Marco Muzzo (“Muzzo”), an Ontario man convicted of impaired driving in a 2015 accident that killed three children and their grandfather, is scheduled to appear for a parole hearing on November 7, 2018.
Muzzo is seeking day parole and is eligible to apply for full parole in May 2019 and statutory release on June 18, 2022.
The children’s parents, Jennifer Neville-Lake and Ed Lake, plan to attend the parole hearing at the Beaver Creek Institution in Gravenhurst.
On September 27, 2015, Muzzo had returned home on a private jet from his bachelor party in Miami and picked up his Jeep SUV from the airport parking lot. He was speeding when he drove through a stop sign and plowed into the driver’s side of a minivan transporting the Neville-Lake family.
Muzzo was driving at least 120 km/h on a 60 km/h road at the time of the accident. Muzzo’s blood-alcohol content ranged from 0.19 to 0.25 per cent at the time of the crash, which is more than twice the legal limit in Ontario. Police officers at the scene reported that Muzzo smelled of alcohol, his eyes were glassy, he used the car to keep his balance, he was unable to understand instructions from the officers, and he urinated on himself.
Muzzo pleaded guilty to four counts of impaired driving causing death and two counts of impaired driving causing bodily harm for the crash that killed nine-year-old Daniel Neville-Lake, his five-year-old brother Harrison, his two-year-old sister Milly, and the children’s 65-year-old Grandfather, Gary Neville.
Neriza Neville, the children’s grandmother, and Josefina Frias, the children’s great-grandmother, were also injured in the accident, but survived the crash.
Ontario Superior Court Justice Michelle Fuerst sentenced Muzzo to 10-years in prison and banned him from driving for 12 years after he gets out of prison. This was the harshest sentence in Canadian history for an impaired driver without a prior record.
Justice Fuerst intended for her sentence to send a message to deter others from committing the same crime. She considered the aggravating factors of Muzzo choosing to drive drunk and that his prior speeding convictions reflected an “irresponsible attitude toward the privilege of driving”.
WHAT IS PAROLE?
According to the Corrections and Conditional Release Act, all offenders must be considered for some form of conditional release during their sentence. However, although an offender may be eligible for release does not mean that the release will be granted. The Parole Board of Canada must assess an offender’s risk to determine if a conditional release is warranted.
Parole is a conditional release from jail for offenders to serve the remainder of their sentence outside of the confines of the institution. The goal of parole programs is to provide a gradual, controlled, and supervised path between jail and freedom.
Day parole permits offenders to participate in community-based activities in preparation for full parole or statutory release. Day parole requires the offender to return each night to a community-based residence, otherwise known as a halfway house.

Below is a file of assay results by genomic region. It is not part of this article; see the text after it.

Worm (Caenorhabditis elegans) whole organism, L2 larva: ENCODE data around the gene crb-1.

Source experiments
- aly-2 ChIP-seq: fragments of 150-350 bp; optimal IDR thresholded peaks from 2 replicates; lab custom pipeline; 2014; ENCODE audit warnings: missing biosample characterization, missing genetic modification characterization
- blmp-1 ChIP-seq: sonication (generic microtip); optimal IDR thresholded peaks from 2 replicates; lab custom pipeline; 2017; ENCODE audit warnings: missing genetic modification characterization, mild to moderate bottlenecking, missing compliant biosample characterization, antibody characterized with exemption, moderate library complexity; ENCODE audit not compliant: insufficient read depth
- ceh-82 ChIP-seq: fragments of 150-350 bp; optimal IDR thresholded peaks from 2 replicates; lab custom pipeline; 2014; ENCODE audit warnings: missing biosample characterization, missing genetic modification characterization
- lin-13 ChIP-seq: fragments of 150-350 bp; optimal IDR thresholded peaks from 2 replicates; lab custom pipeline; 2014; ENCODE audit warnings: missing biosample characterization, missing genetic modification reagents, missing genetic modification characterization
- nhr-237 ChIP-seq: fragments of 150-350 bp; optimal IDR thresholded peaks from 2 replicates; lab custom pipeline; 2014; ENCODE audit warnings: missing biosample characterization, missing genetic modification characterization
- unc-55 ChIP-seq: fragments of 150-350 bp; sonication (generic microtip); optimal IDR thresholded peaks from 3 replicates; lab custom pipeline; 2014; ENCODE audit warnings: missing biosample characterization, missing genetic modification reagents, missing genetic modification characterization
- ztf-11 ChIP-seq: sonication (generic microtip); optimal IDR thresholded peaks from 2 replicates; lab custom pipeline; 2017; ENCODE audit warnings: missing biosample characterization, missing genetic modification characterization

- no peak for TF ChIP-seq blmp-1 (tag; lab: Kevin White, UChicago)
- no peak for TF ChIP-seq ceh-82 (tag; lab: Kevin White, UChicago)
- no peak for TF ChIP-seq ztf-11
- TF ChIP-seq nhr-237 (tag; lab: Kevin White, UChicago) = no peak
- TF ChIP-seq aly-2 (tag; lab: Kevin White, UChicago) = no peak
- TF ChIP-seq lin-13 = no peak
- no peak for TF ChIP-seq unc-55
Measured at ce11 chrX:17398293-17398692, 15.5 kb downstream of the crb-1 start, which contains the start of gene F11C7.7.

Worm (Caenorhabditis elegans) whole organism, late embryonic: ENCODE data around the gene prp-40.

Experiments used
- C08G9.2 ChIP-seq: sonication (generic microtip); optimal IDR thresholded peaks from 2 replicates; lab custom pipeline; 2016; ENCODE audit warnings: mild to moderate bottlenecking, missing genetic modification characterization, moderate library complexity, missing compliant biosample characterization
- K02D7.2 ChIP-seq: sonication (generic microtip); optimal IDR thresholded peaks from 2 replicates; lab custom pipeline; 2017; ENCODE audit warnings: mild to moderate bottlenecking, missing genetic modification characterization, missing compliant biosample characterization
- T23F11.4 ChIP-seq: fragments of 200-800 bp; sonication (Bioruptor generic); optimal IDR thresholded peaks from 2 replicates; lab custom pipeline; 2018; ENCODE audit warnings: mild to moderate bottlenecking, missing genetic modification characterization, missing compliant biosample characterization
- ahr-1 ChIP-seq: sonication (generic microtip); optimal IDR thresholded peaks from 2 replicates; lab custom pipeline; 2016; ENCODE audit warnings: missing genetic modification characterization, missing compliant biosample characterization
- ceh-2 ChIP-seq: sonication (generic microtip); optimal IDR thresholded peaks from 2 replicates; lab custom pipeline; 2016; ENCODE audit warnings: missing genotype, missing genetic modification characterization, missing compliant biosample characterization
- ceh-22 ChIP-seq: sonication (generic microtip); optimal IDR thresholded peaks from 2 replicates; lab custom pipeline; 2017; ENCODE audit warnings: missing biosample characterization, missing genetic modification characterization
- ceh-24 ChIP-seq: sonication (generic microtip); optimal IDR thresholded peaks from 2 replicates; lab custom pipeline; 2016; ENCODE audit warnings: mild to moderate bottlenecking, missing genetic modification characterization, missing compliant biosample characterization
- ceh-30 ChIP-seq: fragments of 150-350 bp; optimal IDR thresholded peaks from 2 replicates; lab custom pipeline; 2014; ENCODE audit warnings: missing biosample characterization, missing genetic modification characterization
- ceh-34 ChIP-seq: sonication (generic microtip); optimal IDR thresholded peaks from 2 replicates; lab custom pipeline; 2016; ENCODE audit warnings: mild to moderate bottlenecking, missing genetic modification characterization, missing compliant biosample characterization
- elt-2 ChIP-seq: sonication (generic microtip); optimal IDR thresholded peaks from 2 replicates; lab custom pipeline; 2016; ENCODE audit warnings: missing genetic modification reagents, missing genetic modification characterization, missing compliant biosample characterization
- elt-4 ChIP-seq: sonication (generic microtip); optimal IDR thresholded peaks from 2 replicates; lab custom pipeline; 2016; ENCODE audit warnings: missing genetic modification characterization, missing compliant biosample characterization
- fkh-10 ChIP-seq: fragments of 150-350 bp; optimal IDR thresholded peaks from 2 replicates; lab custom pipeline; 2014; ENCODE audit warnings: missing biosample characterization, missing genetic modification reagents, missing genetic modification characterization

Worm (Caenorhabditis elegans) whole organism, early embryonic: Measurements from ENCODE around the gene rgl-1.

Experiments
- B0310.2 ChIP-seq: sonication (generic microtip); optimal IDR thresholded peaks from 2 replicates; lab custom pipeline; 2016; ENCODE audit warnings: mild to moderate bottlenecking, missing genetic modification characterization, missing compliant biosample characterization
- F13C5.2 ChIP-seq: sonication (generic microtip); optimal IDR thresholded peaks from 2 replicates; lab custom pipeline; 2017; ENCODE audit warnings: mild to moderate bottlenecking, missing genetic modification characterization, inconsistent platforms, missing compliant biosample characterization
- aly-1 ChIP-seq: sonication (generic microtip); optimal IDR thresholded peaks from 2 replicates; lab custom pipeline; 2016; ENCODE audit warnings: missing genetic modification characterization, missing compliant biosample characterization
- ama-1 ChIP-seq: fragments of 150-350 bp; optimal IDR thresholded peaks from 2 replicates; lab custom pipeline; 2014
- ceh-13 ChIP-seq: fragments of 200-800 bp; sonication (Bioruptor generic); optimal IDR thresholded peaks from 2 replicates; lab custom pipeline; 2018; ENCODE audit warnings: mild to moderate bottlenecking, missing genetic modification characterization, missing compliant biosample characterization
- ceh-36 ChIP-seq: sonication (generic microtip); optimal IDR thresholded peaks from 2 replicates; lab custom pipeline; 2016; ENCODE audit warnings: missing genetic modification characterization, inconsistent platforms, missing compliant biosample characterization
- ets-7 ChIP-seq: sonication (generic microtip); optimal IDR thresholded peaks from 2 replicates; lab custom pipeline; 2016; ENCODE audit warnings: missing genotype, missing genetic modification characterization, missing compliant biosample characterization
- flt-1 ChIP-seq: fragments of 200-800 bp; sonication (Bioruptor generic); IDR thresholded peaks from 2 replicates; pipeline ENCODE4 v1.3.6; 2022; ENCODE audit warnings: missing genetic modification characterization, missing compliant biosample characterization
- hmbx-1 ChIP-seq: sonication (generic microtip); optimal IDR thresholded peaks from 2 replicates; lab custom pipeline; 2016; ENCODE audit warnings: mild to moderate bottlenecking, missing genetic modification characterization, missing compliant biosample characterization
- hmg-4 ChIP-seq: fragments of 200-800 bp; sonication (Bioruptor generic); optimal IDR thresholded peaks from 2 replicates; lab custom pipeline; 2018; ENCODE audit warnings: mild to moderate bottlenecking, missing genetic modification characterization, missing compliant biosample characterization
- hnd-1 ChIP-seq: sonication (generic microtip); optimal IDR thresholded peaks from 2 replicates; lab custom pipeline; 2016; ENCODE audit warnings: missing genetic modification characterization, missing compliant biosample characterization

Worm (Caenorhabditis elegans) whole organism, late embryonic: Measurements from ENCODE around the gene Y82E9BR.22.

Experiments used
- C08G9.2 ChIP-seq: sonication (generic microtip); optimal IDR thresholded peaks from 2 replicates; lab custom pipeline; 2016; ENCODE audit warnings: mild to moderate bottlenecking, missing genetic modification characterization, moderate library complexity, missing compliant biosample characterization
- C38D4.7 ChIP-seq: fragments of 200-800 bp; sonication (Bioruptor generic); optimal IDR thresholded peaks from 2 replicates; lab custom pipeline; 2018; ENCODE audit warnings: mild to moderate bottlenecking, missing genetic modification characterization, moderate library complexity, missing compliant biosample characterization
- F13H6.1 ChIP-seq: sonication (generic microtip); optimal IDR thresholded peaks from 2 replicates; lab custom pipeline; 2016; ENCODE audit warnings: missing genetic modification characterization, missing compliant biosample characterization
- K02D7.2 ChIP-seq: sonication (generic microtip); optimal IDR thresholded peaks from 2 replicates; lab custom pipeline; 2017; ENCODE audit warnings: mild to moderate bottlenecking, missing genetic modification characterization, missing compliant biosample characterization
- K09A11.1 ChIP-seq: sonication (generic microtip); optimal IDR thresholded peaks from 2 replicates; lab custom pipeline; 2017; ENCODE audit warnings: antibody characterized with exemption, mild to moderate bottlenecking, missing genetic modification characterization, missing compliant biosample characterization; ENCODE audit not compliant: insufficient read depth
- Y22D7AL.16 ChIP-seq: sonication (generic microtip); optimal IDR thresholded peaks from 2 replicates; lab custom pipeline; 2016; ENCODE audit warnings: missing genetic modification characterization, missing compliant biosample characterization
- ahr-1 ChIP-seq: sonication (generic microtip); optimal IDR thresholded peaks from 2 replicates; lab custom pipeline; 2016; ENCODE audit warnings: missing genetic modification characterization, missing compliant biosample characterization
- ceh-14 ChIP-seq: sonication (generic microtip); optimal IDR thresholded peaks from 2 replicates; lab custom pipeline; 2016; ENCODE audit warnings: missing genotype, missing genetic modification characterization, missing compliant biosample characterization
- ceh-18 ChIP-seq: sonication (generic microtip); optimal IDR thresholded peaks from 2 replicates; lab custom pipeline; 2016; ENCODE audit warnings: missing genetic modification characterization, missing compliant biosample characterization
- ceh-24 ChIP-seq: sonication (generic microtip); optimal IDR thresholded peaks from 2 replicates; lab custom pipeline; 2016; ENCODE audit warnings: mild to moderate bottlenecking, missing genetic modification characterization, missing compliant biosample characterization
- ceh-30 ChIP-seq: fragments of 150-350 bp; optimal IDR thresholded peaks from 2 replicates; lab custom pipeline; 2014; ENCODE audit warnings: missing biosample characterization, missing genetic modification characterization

The Parole Board does not automatically grant parole, each individual case must be reviewed to determine suitability for release. The Parole Board will consider the following factors in determining whether an offender should be granted parole:
- The offender’s criminal record;
- The seriousness and nature of the offence;
- The offender’s behaviour while in prison;
- The offender’s release plan; and
- The remorse he/she has expressed for the crime, and in Muzzo’s case, his guilty plea.
Victims are also allowed to provide written victim information to the Parole Board detailing any continuing impact the crime has on their life and any concerns they have for their own safety or the safety of their family.
The Parole Board can impose conditions to the day parole release in order to lessen the risk of re-offending, such as ordering abstinence or counselling. Offenders must also obey the law and report regularly to a parole officer.
Jennifer Neville-Lake, the mother of the three children killed in this devastating accident, has posted a plea on Facebook asking supporters to write to the Parole Board of Canada to oppose Muzzo’s conditional release. She has also posted a petition on Facebook requesting that Muzzo remain in prison for the remainder of his ten year sentence. She is attempting to make an example of Muzzo in an effort to prevent future drinking and driving accidents. Over 9,100 people have signed the petition to date, with a goal of 10,000 signatures.
We will continue to follow the Muzzo case and will report any developments on this blog.
In the meantime, if you or a loved one have been charged with an impaired driving offence or any other driving offence or have any questions regarding your legal rights, please contact the experienced and knowledgeable criminal lawyers at Barrison Law. We offer a 24-hour phone service to protect your rights and to ensure that you have access to justice at all times. Contact our office online or at 905-404-1947.